That’s another one of the aims of dialogue:  space for awareness and exploration.

Rather than simply focused on “finding peace” together and reducing conflict, dialogue practice often increases conflict in the here and now…all in the name of finding more insight together eventually.  It’s about finding clarity – about what we believe and what we feel right….and then making enough space to follow it.

And that, it seems, is something we might all agree upon?


[1] At times, individual accounts of coming to a conviction about their sexuality sound remarkably similar to how Mormons often speak of the gradual process of finding a testimony or witness of faith: “I don’t know when I really knew for sure when I was attracted to other girls. There wasn’t one specific moment where…I didn’t have an ‘Aha!’ moment” (VH-KK)

[2] The power of this declaration is no surprise to those in the gay community.  A simple declaration of the “truth about oneself” presented as having the power to influence the world around:  “Every gay person must come out. As difficult as it is, you must tell your immediate family. You must tell your relatives. You must tell your friends if indeed they are your friends. You must tell the people you work with. You must tell the people in the stores you shop in. Once they realize that we are indeed their children, that we are indeed everywhere, every myth, every lie, every innuendo will be destroyed once and all. And once you do, you will feel so much better.”

An (Honest) Disagreement at the Heart of the LGBT-Conservative Religious Conflict…That (Almost) No One is Talking About

So I have an idea…something to help make this LGBT-Religious Conservative conversation a whole lot less painful.

Have you ever been in a long, drawn out conversation with someone close to you that just gets uglier and more tense…until you realize what your disagreement was really about?  Underneath ‘all those things’ you thought you were at odds about, it turns out there was something else – something that finally got uncovered when you talked enough to discover it?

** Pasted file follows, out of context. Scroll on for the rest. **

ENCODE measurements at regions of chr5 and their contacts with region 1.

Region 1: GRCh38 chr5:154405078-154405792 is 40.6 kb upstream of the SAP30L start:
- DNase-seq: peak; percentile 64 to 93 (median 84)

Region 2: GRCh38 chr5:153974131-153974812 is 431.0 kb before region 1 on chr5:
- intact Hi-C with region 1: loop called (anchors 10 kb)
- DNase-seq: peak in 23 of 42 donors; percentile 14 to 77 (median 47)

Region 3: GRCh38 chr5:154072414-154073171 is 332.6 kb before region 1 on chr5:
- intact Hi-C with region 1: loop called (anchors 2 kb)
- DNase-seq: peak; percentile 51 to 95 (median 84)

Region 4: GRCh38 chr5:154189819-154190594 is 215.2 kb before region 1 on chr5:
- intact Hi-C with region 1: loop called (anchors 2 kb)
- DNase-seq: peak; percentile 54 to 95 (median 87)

“AHA– so that’s what we really disagree about…that’s what was driving this whole big mess with all that other stuff!!”

And just like that, things suddenly get lighter and clearer…and easier.

What if the same breakthrough could happen in the chronically-tense-and-often-ugly conversation between LGBT and religious conservative communities?

Of course, some believe that such a breakthrough has already happened – that we already know what is driving the larger, complex conflict. Depending on who you ask, the larger conflict really boils down to a simple question of love or freedom or privacy or not imposing beliefs or respecting diversity.

Although every one of these issues plays hugely important parts in this conversation, none, I would argue, quite explains the striking divergence that exists across all parts of the public discourse[1]: including different views on suffering, love, hate, religion and biology to contrasting positions on marriage, sex, choice and change.

That’s a lot of pretty intense disagreements!  So what’s the thread that underlies them all?

I’d like to throw out one more possibility:  Identity.

For many, identify doesn’t offer much to talk about – an issue either so personal that it’s off the table or so obvious that it’s almost a non-question.  Rather than seen as involving meaningful disagreements, identity is commonly assumed to be a bare reflection of unquestionable reality and taken for granted as something we all agree on.

For others, however, this is a deep and mysterious question of vast importance – indeed, one that human beings have grappled with (and without reaching a ‘final answer’) for ages.

Based on my own review of public narratives over the last decade, there are at least five ways I’ve observed individuals across the sociopolitical spectrum disagreeing about identity in relation to sexual orientation. After briefly summarizing these five distinctions, I touch on how they might well underlie many of the larger, more public differences in this same LGBT-RC conversation. [Note:  the following inquiry is more complex and conceptual than I prefer to write, but feels necessary for this piece, in particular].

1. The Role of the Body in Relation to Identity. Although the value and place of the physical body in relation to identity is accepted by most everyone – from virtually all backgrounds – there are interesting differences that emerge in how exactly the body figures into the picture. While some see the body as a primary driver and determinant of who we are as a person, others understand the body as more of a partial and even secondary contributor to core identity – especially in comparison to belief surrounding the spirit and other things that ‘make us who we are.’ 

While most (not all) acknowledge some degree of fluidity in the body, what to make of this malleability in relation to identity is another meaningful difference.  Whereas for some, permanent and unchanging qualities of the body override any relevance of this biological plasticity for identity itself, for others this fluidity opens up possibilities for evolution that transcend what may otherwise be experienced as permanent (and physical) constraints on identity.